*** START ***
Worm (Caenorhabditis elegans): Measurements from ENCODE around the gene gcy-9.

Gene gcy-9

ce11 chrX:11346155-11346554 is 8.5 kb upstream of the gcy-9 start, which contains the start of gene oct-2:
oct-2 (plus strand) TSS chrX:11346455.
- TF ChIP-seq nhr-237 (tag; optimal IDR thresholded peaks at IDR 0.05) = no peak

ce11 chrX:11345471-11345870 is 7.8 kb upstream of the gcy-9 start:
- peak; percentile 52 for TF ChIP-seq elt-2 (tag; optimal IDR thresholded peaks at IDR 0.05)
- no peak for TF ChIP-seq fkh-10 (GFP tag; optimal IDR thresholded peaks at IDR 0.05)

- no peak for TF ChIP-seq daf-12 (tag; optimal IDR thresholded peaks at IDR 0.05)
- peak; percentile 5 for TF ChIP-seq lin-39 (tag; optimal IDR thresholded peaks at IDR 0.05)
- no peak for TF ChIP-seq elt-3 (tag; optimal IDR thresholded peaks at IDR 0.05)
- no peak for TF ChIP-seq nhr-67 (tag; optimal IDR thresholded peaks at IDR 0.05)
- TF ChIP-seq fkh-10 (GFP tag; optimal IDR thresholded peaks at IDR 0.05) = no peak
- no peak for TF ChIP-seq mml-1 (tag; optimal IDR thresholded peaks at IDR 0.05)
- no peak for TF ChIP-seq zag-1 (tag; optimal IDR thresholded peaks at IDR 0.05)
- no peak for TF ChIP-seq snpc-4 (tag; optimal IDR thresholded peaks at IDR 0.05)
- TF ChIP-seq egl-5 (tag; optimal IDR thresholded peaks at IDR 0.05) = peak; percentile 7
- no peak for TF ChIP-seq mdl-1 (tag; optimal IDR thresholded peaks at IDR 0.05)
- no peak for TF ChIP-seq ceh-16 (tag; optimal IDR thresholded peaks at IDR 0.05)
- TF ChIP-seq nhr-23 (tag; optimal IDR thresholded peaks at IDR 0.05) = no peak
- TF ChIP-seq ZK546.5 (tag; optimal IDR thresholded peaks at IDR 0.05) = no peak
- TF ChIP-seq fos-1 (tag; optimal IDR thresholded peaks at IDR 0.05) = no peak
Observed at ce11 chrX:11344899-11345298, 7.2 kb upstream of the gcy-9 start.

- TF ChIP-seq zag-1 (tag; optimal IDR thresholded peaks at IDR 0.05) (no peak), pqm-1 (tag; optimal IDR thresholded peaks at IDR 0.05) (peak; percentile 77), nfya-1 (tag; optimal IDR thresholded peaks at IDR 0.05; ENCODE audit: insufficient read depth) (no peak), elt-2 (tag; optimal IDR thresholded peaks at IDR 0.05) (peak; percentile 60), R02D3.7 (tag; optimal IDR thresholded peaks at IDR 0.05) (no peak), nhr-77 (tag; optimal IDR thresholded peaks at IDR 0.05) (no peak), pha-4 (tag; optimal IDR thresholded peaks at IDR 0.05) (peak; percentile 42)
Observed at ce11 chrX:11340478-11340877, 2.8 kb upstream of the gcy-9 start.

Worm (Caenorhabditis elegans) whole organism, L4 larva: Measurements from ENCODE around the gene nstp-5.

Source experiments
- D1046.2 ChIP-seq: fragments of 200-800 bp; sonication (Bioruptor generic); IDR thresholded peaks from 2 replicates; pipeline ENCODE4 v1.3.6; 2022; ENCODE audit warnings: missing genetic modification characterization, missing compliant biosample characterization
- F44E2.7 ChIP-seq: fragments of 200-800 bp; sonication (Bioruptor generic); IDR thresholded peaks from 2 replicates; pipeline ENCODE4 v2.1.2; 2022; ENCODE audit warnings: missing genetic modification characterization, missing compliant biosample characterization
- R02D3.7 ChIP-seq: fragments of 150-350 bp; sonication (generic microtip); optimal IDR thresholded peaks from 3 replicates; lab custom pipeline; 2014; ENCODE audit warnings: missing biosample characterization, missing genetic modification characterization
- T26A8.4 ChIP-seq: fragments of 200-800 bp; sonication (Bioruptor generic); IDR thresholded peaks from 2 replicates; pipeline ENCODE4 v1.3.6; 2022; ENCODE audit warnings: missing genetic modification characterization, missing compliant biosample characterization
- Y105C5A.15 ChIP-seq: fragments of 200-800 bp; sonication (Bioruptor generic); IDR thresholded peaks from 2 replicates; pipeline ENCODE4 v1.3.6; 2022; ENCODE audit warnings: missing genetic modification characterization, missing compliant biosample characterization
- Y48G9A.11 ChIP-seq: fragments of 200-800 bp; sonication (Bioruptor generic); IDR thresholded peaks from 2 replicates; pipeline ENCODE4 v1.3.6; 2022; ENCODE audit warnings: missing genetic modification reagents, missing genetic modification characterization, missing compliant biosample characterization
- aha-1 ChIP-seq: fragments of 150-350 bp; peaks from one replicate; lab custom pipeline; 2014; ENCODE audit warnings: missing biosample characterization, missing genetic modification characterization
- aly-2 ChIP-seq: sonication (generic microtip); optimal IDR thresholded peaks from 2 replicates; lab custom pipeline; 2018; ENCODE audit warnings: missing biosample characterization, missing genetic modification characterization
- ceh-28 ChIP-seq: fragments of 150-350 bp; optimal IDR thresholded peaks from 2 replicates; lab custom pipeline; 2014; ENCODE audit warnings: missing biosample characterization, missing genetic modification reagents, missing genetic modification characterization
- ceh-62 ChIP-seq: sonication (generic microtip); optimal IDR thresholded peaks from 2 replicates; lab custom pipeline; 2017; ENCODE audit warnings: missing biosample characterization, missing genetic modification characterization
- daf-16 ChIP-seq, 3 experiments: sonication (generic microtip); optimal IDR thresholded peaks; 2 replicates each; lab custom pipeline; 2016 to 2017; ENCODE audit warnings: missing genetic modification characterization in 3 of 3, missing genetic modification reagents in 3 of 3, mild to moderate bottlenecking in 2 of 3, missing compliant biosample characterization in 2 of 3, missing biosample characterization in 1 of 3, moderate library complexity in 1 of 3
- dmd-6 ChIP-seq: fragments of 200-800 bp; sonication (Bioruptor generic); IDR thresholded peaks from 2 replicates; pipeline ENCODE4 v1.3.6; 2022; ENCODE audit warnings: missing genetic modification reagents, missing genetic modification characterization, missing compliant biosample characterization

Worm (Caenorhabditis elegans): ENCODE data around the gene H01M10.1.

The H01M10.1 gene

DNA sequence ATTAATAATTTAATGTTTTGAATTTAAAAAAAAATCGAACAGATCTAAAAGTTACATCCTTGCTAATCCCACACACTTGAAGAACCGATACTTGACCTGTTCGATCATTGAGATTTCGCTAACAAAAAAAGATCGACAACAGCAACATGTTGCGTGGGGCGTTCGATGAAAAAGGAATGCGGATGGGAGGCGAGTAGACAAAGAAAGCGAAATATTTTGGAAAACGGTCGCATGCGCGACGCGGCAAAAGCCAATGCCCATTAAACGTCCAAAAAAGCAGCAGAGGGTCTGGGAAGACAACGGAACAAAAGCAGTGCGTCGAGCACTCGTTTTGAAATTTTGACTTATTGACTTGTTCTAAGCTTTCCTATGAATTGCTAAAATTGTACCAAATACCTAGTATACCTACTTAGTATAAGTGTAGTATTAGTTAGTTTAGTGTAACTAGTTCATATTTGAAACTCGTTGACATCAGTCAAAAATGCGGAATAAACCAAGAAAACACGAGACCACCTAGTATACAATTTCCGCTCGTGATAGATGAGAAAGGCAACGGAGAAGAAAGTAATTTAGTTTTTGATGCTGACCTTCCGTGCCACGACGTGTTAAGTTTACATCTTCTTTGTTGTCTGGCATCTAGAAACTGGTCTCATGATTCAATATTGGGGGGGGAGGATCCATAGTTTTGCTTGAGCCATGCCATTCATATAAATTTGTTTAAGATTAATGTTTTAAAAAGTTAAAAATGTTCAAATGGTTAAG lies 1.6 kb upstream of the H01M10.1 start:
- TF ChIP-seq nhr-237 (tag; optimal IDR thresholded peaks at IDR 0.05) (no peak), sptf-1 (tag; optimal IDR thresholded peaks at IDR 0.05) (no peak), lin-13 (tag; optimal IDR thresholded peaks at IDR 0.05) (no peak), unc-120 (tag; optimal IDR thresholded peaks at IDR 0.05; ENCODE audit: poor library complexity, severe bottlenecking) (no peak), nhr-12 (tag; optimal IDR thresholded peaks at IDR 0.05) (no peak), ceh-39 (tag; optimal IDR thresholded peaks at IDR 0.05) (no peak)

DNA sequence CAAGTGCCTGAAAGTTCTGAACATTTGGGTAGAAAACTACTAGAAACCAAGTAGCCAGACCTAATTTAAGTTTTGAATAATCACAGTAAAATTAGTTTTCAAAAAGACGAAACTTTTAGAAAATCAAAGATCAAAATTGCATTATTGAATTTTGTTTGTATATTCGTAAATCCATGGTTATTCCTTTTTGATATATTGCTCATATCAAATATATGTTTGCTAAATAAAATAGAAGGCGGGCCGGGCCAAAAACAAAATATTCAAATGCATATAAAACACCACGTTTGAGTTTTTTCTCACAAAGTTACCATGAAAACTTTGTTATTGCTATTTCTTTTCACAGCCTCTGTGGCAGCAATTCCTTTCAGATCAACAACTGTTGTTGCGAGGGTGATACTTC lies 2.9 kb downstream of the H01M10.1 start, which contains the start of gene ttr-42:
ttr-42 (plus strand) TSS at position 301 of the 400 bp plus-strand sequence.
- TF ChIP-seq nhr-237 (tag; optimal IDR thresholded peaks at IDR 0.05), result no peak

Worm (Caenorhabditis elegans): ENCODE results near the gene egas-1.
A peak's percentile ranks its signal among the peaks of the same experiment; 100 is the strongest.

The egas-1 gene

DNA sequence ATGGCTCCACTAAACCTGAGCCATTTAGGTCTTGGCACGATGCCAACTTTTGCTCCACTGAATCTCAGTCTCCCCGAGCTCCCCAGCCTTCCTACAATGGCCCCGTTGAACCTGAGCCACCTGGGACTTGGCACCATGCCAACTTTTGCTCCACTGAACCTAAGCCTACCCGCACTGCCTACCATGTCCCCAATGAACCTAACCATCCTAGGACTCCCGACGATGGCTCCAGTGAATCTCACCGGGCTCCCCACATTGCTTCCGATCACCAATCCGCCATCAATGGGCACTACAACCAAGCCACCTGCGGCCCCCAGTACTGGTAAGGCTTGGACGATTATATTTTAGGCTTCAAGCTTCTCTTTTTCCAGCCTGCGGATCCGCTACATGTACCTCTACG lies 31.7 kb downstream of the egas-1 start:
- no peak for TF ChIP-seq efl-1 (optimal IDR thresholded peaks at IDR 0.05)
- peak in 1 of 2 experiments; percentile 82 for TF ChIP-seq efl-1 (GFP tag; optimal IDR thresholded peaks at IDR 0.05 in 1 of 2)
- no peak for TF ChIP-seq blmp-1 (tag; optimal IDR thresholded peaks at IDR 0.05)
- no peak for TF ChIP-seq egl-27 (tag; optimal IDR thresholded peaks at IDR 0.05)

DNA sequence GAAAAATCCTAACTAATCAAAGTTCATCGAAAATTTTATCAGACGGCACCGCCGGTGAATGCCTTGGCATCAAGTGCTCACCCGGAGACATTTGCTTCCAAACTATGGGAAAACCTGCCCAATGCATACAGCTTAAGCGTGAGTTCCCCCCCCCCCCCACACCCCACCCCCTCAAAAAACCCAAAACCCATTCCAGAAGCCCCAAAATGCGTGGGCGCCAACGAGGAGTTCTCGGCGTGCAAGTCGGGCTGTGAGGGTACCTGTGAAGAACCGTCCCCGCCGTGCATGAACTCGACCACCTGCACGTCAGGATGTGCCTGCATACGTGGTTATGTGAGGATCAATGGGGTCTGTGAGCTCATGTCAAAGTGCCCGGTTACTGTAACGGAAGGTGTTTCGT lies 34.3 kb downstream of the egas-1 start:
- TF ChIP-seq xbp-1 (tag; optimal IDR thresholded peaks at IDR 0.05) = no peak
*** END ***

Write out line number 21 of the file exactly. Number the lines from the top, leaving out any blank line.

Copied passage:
- TF ChIP-seq ZK546.5 (tag; optimal IDR thresholded peaks at IDR 0.05) = no peak